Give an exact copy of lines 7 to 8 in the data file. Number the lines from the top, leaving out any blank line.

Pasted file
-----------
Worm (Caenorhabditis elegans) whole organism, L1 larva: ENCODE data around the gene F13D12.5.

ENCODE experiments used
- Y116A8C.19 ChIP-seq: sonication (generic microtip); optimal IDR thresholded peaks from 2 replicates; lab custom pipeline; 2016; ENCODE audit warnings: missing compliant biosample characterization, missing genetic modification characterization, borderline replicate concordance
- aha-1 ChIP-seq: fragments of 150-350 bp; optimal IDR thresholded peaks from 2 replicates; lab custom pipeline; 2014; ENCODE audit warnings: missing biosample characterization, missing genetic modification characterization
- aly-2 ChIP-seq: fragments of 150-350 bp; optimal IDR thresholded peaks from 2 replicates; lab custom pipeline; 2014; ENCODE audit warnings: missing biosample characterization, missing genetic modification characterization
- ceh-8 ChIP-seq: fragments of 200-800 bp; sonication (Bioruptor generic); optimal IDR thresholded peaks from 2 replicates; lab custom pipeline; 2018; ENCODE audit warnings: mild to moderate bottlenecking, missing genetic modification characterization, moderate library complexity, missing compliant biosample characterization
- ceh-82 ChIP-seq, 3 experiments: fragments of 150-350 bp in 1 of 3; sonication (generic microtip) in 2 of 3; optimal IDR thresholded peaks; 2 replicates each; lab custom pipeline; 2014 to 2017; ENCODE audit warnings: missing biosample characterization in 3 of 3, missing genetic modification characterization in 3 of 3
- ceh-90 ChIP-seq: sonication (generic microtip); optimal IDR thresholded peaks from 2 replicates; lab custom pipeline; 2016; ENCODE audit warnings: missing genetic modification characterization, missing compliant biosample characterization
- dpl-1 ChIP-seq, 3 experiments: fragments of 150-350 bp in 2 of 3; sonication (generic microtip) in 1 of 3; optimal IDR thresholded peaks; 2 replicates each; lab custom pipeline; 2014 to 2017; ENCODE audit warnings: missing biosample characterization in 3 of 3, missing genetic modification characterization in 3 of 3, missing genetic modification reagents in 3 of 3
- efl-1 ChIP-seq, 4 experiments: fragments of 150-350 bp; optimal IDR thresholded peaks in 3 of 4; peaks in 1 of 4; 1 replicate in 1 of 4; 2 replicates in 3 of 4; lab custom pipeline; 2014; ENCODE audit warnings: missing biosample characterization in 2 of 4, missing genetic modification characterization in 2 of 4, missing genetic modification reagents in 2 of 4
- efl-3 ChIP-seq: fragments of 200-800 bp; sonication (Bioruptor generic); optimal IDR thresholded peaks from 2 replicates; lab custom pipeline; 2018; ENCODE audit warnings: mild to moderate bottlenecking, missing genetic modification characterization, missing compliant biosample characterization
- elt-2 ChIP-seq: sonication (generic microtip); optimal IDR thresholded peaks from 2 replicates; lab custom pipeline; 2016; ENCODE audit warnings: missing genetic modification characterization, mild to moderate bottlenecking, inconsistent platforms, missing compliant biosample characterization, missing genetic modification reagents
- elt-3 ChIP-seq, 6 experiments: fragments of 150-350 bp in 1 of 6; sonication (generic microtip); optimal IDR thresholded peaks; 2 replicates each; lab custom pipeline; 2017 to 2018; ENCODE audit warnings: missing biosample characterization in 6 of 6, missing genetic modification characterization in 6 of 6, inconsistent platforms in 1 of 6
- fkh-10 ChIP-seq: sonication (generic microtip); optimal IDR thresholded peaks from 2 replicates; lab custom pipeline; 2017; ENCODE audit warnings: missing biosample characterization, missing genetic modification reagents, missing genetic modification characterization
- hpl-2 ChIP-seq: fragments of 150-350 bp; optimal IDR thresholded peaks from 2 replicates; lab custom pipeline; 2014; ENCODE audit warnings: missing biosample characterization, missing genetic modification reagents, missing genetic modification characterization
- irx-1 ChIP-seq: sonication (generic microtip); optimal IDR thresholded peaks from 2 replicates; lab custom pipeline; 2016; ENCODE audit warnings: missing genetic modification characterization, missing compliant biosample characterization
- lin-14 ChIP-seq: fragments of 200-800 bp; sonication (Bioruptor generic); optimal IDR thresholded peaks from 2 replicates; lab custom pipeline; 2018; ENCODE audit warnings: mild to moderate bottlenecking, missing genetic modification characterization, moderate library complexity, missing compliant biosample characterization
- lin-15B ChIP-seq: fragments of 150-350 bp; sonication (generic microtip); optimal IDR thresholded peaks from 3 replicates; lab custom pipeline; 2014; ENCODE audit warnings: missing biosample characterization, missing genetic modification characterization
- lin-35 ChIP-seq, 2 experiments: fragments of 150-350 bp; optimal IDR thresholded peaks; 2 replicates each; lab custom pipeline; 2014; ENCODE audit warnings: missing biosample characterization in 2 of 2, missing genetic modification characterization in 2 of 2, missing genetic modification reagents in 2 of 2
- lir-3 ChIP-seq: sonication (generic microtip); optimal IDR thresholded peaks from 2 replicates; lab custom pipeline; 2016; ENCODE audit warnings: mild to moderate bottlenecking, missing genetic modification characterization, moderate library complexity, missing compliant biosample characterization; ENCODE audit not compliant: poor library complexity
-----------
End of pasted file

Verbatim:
- ceh-82 ChIP-seq, 3 experiments: fragments of 150-350 bp in 1 of 3; sonication (generic microtip) in 2 of 3; optimal IDR thresholded peaks; 2 replicates each; lab custom pipeline; 2014 to 2017; ENCODE audit warnings: missing biosample characterization in 3 of 3, missing genetic modification characterization in 3 of 3
- ceh-90 ChIP-seq: sonication (generic microtip); optimal IDR thresholded peaks from 2 replicates; lab custom pipeline; 2016; ENCODE audit warnings: missing genetic modification characterization, missing compliant biosample characterization